DETROIT -- Jeff Kent admits he's a throwback ballplayer, and if it was up to the Dodgers' representative in Tuesday night's All-Star Game, he'd be shagging flies with Shoeless Joe, barnstorming the county and wearing the baggy baseball breeches of the '30s. Or even the "long-ago" 1980s. It seemed a simpler time then -- pure baseball -- says the 37-year-old second baseman, who made his fifth Midsummer Classic appearance here at Comerica Park.
He admits he got tingles being in the starting lineup -- that has not changed for Kent, who struck out in his lone at-bat in the contest. But everything else surrounding the sport has been irretrievably altered. "I've been around the game, almost 15 years in the big leagues now, and I've seen it change a lot," said Kent, sharing Los Angeles All-Star honors with injured teammate Cesar Izturis. "I'm an old-school person in life, not only baseball, and I'm not much for change. I accept it, but it takes a few years. "If you ask me, if it's getting too big, maybe so," said the veteran. "Interleague Play, the unbalanced schedule, the World [Baseball Classic] coming and the All-Star Game getting bigger and bigger, the Wild Card -- lots of changes in the past 15 years." The question is, are those sometimes subtle and sometimes dramatic changes bettering the game? It's a $4 billion industry, said Kent of the burgeoning baseball business. "And with money rolling in, why not make changes, if they're good?" Still, Kent fondly recalls the '70s and '80s as the last of the no-hype days -- before the Internet, before all-sports channels and round-the-clock sports talk shows and intense pressure by the media to cover every facet of players' lives. "Guys like Dave Winfield, Candy Maldonado, Joe Carter -- they were old-school guys who set my temperament," said Kent. "I don't know that age, but what you see and hear, it was a calmer game then -- you just played the game." And Reggie Jackson, in his fabled season of 1977, his first with the New York Yankees, made a phenomenal $405,000. Not that Kent is decrying his paycheck of more than $7 million this season. "It's a catch-22," he said of balancing the super-hype and MTV-type baseball coverage, which lures the younger fans and helps the game thrive, with the sport's sheer athleticism and fun. "I tolerate it," Kent said of the hyperbole. "You answer questions honestly and bite your tongue -- I've gotten into trouble doing it. But that's the nature of the game and you deal with it." For the 25-year-old Izturis, this first-time All-Star selection isn't a bust despite not playing due to his injured hamstring. The good news is his rehabbing is nearing its end, as he's been running on the field at 80-90 percent at Comerica Park. "I'm disappointed I didn't get a chance to play, but I've enjoyed being with this group of players," said Izturis, a Major Leaguer since 2001. "It's good to be here. And I feel better now, and with a full workout on Thursday I could be ready by Friday or Saturday." Izturis is enthralled by his mere presence here among the game's greats, but is anxious to get back healthy. "I just want to get back to the field and stay strong," he said.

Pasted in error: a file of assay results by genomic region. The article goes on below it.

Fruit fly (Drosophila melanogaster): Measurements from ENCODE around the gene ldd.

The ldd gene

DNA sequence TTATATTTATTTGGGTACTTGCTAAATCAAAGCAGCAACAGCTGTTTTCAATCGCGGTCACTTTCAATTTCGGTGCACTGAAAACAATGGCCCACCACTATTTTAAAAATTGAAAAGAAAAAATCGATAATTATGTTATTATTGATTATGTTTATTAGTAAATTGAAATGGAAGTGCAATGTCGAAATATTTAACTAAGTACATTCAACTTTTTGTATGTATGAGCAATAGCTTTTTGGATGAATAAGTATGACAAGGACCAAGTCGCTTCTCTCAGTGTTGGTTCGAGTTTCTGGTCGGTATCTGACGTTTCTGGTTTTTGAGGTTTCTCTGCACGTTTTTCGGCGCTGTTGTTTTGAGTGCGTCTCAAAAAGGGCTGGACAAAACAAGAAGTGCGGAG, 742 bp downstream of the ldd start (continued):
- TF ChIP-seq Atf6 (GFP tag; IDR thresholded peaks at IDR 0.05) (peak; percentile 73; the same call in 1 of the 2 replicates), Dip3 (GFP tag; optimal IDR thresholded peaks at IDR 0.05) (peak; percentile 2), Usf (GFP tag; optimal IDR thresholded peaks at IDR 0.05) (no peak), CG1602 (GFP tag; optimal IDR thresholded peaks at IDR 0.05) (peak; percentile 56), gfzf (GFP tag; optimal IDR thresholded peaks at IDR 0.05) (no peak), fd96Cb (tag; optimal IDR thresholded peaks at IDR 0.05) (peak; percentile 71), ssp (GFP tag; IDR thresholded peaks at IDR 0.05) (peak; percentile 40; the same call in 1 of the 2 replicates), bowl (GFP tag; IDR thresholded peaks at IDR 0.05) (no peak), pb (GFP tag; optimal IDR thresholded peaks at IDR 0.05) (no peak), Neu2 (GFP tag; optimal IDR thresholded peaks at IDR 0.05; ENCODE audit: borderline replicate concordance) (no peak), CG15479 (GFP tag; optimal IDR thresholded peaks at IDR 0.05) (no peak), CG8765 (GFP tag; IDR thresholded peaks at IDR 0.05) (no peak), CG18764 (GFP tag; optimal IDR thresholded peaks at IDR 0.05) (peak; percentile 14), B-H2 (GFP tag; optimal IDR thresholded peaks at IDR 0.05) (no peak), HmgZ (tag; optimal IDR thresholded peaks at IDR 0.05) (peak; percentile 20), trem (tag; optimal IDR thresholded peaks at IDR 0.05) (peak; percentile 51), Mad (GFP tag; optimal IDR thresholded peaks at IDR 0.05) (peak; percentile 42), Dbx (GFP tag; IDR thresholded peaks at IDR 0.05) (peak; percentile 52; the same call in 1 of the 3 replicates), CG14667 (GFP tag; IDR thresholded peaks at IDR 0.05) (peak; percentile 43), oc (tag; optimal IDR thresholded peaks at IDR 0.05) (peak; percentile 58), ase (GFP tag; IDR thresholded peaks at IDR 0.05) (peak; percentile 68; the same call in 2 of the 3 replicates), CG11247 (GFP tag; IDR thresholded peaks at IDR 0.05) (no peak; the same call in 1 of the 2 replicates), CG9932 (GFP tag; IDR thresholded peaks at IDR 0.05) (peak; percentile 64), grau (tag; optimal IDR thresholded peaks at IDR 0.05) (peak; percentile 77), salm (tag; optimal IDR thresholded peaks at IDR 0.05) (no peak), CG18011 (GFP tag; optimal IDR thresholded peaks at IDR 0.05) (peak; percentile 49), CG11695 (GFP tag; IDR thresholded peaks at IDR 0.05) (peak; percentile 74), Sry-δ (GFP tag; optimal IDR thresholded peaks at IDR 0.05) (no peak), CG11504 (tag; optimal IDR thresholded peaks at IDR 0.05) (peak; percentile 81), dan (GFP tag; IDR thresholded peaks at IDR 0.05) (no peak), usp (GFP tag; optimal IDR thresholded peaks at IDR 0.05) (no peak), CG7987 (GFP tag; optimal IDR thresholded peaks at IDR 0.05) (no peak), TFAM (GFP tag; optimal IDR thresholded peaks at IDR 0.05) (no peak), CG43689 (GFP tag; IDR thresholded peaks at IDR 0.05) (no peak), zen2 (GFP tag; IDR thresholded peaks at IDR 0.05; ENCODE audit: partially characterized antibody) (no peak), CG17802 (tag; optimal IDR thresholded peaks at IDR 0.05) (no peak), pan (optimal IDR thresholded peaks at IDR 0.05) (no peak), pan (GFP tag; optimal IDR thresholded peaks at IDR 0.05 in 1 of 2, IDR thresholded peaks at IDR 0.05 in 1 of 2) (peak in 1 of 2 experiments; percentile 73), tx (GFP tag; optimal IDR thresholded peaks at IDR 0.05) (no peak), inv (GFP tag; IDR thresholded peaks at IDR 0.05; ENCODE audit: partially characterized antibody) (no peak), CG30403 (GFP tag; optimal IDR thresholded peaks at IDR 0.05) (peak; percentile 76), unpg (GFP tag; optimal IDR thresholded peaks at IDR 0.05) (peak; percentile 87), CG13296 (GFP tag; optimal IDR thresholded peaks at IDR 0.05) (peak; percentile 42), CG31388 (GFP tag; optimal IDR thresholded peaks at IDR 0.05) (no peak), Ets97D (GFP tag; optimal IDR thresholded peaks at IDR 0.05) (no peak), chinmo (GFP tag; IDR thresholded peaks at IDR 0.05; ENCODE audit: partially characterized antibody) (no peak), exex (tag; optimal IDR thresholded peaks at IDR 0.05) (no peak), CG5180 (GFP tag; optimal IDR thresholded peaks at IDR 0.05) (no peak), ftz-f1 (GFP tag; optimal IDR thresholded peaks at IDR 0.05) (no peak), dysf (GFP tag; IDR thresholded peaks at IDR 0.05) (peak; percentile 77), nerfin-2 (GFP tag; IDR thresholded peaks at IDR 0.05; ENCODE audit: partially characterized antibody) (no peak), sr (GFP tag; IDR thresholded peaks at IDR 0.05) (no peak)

Rich Draper is a reporter for MLB.com. This story was not subject to the approval of Major League Baseball or its clubs.